Post — 10 Min Read

New EU Device Regulations

On April 5th, 2017 the EU formally approved the new Medical Devices Regulation, replacing the two existing directives – the Medical Devices Directive, and the Active Implantable Medical Devices Directive. The new regulation will come into effect after a 3-year transitionary period ending in Spring 2020.

The adoption of the new regulation across the EU is required to bring the existing 20 year old directives up to date with current and future advances in technology. The interpretation of the directives will also become more transparent and legally binding across all the member states and will no longer be left open to various legal interpretations. This will ensure a consistently high level of health and safety protection for the end user along with free and fair trade within the EU.

Rule 21

There are many consequences to the new regulation. Primarily, Rule 21 will affect manufacturers of various OTC products, cosmetics and household goods that contain active substances which come into contact with, are used on or are absorbed through the skin or other body orifices. Many of these products contain active substances with a medical claim i.e. Antiseptic, Hypoallergenic, Anti-ageing, etc. These products now face being reclassified at a higher medical device level based on those ingredients, and as such now require stricter clinical testing and proof of efficacy.

EU 655/2013 – Annex II & III

From 1st July 2019 an additional 2 annexes – Annex III & IV – due to a requirement laid out in EU Cosmetics Regulation 1223/2009, came into effect which will specifically affect Cosmetic products. EU Regulation (EC No. 655/2013) provides 6 common criteria that should be followed and each claim used on a products’ label needs to be substantiated.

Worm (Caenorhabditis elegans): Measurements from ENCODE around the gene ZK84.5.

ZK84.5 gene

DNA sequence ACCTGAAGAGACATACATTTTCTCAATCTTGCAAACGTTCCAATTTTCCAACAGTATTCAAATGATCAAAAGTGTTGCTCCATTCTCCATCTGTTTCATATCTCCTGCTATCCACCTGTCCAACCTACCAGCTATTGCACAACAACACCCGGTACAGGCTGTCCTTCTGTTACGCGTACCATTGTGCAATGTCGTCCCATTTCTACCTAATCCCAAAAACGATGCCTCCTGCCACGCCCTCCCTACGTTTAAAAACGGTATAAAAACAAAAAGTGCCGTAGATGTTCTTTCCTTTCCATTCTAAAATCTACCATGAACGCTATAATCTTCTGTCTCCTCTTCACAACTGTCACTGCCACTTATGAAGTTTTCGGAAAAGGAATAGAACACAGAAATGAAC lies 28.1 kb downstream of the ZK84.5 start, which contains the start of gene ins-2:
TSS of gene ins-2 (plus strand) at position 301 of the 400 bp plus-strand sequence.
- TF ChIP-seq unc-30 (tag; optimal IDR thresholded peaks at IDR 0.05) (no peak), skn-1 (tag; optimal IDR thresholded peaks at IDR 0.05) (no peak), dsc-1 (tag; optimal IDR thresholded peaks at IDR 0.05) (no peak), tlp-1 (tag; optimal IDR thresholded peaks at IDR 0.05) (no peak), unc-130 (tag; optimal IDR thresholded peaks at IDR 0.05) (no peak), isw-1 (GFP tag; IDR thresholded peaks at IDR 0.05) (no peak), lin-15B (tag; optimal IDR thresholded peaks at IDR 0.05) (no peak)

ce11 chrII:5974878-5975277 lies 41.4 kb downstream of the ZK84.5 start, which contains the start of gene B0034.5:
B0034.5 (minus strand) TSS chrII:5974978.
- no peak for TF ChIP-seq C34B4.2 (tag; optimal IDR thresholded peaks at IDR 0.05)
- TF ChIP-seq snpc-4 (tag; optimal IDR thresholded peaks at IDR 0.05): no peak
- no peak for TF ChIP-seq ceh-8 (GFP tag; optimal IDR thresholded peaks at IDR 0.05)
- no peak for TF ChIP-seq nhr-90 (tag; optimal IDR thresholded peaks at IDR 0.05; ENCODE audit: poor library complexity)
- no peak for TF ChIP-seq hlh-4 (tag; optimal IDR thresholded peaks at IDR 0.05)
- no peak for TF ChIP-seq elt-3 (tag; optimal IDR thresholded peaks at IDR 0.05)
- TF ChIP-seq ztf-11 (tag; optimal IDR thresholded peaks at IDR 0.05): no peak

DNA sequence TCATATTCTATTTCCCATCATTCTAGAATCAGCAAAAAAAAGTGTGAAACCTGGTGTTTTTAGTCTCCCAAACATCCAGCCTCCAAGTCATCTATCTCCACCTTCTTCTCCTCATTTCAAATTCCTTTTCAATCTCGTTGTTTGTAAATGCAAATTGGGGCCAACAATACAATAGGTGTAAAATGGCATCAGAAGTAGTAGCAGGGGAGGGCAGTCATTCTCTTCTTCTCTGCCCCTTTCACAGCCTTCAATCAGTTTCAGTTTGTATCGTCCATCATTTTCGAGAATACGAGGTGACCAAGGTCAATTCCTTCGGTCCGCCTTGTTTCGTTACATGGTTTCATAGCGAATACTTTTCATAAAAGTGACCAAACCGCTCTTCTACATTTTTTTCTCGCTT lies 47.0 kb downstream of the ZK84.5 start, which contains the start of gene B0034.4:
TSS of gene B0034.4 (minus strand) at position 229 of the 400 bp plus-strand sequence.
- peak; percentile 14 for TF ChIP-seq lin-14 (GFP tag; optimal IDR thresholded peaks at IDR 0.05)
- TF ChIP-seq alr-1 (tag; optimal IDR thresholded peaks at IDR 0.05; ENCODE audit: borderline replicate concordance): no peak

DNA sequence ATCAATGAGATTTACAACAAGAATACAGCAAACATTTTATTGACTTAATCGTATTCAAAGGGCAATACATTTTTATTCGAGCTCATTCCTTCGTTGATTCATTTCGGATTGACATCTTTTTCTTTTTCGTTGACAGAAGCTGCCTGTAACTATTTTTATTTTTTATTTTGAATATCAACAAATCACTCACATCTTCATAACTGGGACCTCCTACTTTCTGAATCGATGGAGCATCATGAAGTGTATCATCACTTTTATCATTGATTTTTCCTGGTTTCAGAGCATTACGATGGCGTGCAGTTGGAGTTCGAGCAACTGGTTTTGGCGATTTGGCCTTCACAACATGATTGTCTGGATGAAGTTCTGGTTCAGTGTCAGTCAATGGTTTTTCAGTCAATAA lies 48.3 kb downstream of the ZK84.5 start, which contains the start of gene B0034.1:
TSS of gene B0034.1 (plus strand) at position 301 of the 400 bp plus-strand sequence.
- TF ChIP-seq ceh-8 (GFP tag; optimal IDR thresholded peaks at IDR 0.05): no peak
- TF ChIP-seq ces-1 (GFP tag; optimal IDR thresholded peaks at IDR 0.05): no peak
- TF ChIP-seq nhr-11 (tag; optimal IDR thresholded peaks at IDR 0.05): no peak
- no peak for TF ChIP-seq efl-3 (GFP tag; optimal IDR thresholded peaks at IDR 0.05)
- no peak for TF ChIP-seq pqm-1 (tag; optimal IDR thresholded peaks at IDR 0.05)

These criteria are:

  • Legal Compliance
  • Truthfulness
  • Evidential Support
  • Honesty
  • Fairness
  • Informed Decision Making

Most cosmetic products on the market contain claims primarily used for marketing purposes, which going forward will be restricted and regulated.

Common claims used by cosmetic companies:

  • Characterisation of their function e.g. Anti-ageing
  • Efficacy statements e.g. Total Sunblock
  • Highlighting absence of substances e.g flavours, fragrances
  • Skin compatibility e.g Hypo-allergenic, sensitive
  • Addressing other health benefits other than the cosmetic purpose

Annex III – “Free-from” claims

“Free-from” claims are now heavily or completely restricted based on the legal aspects of the annex. The following are no longer acceptable:

  • Claims that convey a benefit where compliance with minimum legal requirements are already in action e.g Free from heavy metals
  • “Free-from” an ingredient or category already present in the product e.g. free from formaldehyde (if product contains formaldehyde releasers)
  • “Preservative-free” if a product contains a similar ingredient that has the same outcome e.g fine fragrance with high levels of alcohol or bath salts would not require preservatives in the first instance.
  • “Free-from allergenic/sensitizing substances. A complete absence of risk of an allergic reaction is not guaranteed and should not give the impression that it does.
  • “Parabens-free”. Claims should be subjective and should not denigrate competitors nor the ingredients that they legally use.

Annex IV – Hypoallergenic claims

“Hypoallergenic” claims may only be used in cases where the cosmetic product has been designed to specifically minimize its allergic potential. Manufacturers must now provide proof by verifying and confirming a very low allergenic potential through robust and reliable scientific data. A product claiming to be “Hypoallergenic” will contain no known allergens or allergen precursors.

*The legal status of these guidelines laid out in Annex III & IV are unclear and are continuously being reviewed by legal specialists. On one hand, it is assumed this is a working document with no legal status and therefore may not be deemed legally-binding. On the other these guidelines will be used by National Authorities and Courts of Justice to determine on case-by-case basis if a product complies with the EU Cosmetics Regulation No 655/2013 as and from 1st July 2019.


References:

EU MDR 2013/745
EU Cosmetics Regulation EC 655/2013
www.hpra.ie
www.ec.europa.eu